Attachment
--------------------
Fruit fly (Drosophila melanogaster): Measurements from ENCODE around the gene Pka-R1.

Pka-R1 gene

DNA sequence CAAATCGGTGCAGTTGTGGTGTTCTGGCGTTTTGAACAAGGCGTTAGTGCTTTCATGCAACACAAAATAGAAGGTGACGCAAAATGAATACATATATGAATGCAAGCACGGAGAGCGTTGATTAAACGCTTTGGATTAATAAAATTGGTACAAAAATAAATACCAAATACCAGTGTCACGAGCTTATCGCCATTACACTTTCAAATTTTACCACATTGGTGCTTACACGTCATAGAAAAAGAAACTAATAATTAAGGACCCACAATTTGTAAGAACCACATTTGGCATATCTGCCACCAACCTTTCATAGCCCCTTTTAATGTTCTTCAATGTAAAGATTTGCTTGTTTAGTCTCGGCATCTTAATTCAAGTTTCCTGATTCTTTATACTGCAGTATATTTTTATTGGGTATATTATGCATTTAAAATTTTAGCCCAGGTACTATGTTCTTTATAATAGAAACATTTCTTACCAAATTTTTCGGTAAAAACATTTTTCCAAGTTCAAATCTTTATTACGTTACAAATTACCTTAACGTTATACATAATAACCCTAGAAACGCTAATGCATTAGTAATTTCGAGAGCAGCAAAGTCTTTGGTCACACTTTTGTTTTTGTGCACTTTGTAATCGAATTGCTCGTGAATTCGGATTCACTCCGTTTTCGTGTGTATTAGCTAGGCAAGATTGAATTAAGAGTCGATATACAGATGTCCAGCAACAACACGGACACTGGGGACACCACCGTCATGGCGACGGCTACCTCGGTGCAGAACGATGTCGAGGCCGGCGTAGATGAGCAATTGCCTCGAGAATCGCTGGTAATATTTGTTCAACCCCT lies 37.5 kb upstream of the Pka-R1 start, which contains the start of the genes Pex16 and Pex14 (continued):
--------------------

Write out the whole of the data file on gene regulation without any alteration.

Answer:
Fruit fly (Drosophila melanogaster): Measurements from ENCODE around the gene Pka-R1.

Pka-R1 gene

DNA sequence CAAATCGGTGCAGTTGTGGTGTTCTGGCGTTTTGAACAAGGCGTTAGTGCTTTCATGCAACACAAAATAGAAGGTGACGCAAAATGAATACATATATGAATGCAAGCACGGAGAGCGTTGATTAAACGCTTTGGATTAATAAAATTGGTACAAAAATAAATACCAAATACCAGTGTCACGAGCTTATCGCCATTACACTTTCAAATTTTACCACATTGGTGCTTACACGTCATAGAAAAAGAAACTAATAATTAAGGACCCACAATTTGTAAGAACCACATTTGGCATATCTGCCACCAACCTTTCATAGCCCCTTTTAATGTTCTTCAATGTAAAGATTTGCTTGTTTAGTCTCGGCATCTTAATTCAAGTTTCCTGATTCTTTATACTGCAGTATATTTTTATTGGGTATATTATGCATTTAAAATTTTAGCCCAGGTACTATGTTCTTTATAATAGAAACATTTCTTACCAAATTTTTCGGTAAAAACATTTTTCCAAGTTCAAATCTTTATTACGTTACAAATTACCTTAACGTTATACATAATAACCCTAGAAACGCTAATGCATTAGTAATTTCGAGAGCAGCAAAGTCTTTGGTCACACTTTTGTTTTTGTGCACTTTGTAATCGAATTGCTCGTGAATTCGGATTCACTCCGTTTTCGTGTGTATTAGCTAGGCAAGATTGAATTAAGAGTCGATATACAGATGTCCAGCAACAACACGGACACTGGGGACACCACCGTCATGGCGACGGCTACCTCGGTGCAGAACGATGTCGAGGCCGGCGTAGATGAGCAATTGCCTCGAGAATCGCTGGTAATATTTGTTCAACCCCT lies 37.5 kb upstream of the Pka-R1 start, which contains the start of the genes Pex16 and Pex14 (continued):